University of Wisconsin-Madison Chancellor Carolyn 'Biddy' Martin expounded upon this decision in an email to the UW-Madison campus community on the same day: "We are excluding student because they are protected under FERPA. We are excluding exchanges that fall outside the realm of the faculty member's job responsibilities and that could be considered personal pursuant to Wisconsin Supreme Court case law. We are also excluding what we consider to be the private email exchanges among scholars that fall within the orbit of academic freedom and all that is entailed by it." Martin went on to describe the idea of academic freedom and the university's firm commitment to protecting the right of all academics to engage in the "open intellectual exchange" of ideas.[8]

On April 4, 2011, the Faculty Senate of the University of Wisconsin-Madison passed a resolution to protect academic freedom. The body decided, according to University Committee Chair Judith Burstyn, that the university needed to take a public position to defend academic freedom in the wake of the FOIA records request directed at Cronon. Political scientist Howard Schweber, who was involved in writing the resolution alongside colleague Donald Downs, commented: "The university can't change the law, but the university can take a leading position on behalf of public employees everywhere and make a statement that we think this is wrong. What was begun as a classic notion of sunshine being the best disinfectant has turned into a law that's used as a weapon to target not government officials and offices but individual public employees."[9]

The Wisconsin Republican Party had made no report on the contents as of August 5, 2011.[10] The Wisconsin Republican Party has also filed other open records requests.[11][12] The American Association of University Professors says that "this action by the Wisconsin Republican Party is an "obvious assault on academic freedom"."[13]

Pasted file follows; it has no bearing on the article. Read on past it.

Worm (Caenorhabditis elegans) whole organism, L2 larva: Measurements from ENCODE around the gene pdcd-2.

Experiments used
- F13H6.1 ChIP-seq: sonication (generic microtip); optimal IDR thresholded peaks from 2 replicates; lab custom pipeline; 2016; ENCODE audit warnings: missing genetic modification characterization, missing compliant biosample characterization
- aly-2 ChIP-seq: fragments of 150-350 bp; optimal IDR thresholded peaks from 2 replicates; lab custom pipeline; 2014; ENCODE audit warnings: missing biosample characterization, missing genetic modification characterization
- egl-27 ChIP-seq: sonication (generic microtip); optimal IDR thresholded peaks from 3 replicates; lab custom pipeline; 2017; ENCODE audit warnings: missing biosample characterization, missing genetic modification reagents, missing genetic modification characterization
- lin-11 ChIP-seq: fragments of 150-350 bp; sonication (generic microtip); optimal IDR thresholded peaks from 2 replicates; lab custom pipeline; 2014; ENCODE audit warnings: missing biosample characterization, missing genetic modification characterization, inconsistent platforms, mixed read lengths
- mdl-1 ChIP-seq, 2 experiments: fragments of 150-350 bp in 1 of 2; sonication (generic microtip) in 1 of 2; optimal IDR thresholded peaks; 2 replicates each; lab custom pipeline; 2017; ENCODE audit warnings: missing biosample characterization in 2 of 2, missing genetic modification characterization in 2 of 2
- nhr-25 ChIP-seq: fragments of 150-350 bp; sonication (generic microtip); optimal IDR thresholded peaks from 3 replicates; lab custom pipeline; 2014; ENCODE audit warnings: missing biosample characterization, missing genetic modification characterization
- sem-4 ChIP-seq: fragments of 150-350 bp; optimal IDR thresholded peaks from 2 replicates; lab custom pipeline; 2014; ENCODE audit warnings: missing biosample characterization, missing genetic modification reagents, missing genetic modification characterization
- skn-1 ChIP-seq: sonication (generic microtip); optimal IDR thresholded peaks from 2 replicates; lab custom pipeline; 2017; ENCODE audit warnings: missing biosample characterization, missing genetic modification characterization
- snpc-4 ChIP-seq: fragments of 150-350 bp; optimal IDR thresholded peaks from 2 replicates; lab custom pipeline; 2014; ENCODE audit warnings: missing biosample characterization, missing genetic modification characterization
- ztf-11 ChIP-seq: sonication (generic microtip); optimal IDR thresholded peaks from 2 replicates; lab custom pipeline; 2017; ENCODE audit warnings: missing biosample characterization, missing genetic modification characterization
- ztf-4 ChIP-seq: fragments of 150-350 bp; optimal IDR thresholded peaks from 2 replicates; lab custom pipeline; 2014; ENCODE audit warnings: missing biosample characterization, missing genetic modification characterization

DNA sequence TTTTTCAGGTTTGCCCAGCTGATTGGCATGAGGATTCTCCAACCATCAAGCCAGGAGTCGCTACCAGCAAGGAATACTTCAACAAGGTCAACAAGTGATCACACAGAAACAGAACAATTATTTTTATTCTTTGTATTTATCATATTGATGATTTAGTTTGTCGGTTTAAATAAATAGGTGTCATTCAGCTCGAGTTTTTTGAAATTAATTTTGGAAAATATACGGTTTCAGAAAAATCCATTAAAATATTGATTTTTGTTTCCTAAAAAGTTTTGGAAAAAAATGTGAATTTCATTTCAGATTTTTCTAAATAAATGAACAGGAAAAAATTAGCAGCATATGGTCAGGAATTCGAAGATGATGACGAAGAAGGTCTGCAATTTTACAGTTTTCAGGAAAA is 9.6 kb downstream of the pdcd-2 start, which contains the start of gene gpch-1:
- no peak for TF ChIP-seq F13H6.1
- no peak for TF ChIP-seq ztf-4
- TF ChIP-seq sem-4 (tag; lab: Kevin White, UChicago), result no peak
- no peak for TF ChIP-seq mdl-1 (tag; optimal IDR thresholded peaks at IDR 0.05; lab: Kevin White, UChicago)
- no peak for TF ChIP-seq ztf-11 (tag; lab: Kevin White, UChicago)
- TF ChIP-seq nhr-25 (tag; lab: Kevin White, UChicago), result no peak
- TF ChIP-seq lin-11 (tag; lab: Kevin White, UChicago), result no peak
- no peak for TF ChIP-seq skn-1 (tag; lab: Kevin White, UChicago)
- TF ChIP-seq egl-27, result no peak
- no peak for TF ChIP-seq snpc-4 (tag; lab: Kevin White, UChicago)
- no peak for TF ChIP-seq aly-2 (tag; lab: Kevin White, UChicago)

Published worksEdit

  • "The Riddle of the Apostle Islands: How Do You Manage a Wilderness Full of Human Stories?" Orion (May–June 2003), 36–42.
  • Changes in the Land: Indians, Colonists, and the Ecology of New England, 20th anniversary edition, Hill & Wang, 2003.
  • "Why the Past Matters," Wisconsin Magazine of History, 84:1 (Autumn 2000), p. 2–13. Awarded the William Best Hesseltine Award for the best article published in the Wisconsin Magazine of History in 2000–2001.
  • "Only Connect...: The Goals of a Liberal Education," The American Scholar, (Autumn, 1998), p. 73–80.
  • "The Uses of Environmental History" (Presidential Address, American Society for Environmental History), Environmental History Review, 17:3 (Fall 1993), p. 1–22.
  • Uncommon Ground: Rethinking the Human Place in Nature, W. W. Norton, 1995.
  • "Telling Tales on Canvas: Landscapes of Frontier Change," In: Discovered Lands, Invented Pasts: Transforming Visions of the American West (New Haven: Yale University Press, 1992).
  • "A Place for Stories: Nature, History, and Narrative," Journal of American History 78:4 (March, 1992), p. 1347–1376.
  • Nature's Metropolis: Chicago and the Great West, W. W. Norton, 1991.

ReferencesEdit

  1. 1.0 1.1 Template:Cite journal
  2. 2.0 2.1 2.2 2.3 Template:Cite news
  3. Grafton, Anthony (March 28, 2011). Wisconsin: The Cronon Affair. The New Yorker, News Desk. Retrieved on April 4, 2011.
  4. 4.0 4.1 Gardner, John (April 1, 2011). William Cronon and academic freedom. The Guardian. Retrieved on April 4, 2011.
  5. 5.0 5.1 Leonard, Andrew (March 25, 2011) Wisconsin's most dangerous professor, Salon.com
  6. Shafer, Jack (March 25, 2011). There's No Such Thing as a Bad FOIA Request. Slate. Retrieved on March 26, 2011.
  7. Grafton, Anthony (April 3, 2011). The Cronon Affair: Wisconsin Answers. The New Yorker, News Desk. Retrieved on April 4, 2011.
  8. Martin, Carolyn 'Biddy' (1 Apri 2011). Chancellor's message on academic freedom and open records. University of Wisconsin-Madison, News. Retrieved on April 4, 2011.
  9. Forster, Stacy (April 5, 2011). Faculty Senate approves resolution protecting academic freedom. University of Wisconsin-Madison, News. Retrieved on April 5, 2011.
  10. WISGOP.ORG News. Retrieved on August 5, 2011.
  11. McCallum, Katie (June 22, 2011). Shelly Moore Caught Campaigning on Taxpayer Dime, RPW Requests Investigation. WISGOP.ORG News. Retrieved on August 5, 2011.
  12. Wisconsin GOP Files Open Records Request on Campaigning UW Oshkosh Prof. WISGOP.ORG NEWS (May 5, 2011). Retrieved on August 5, 2011.
  13. Obvious Assault on Academic Freedom (March 28, 2011). Retrieved on August 5, 2011.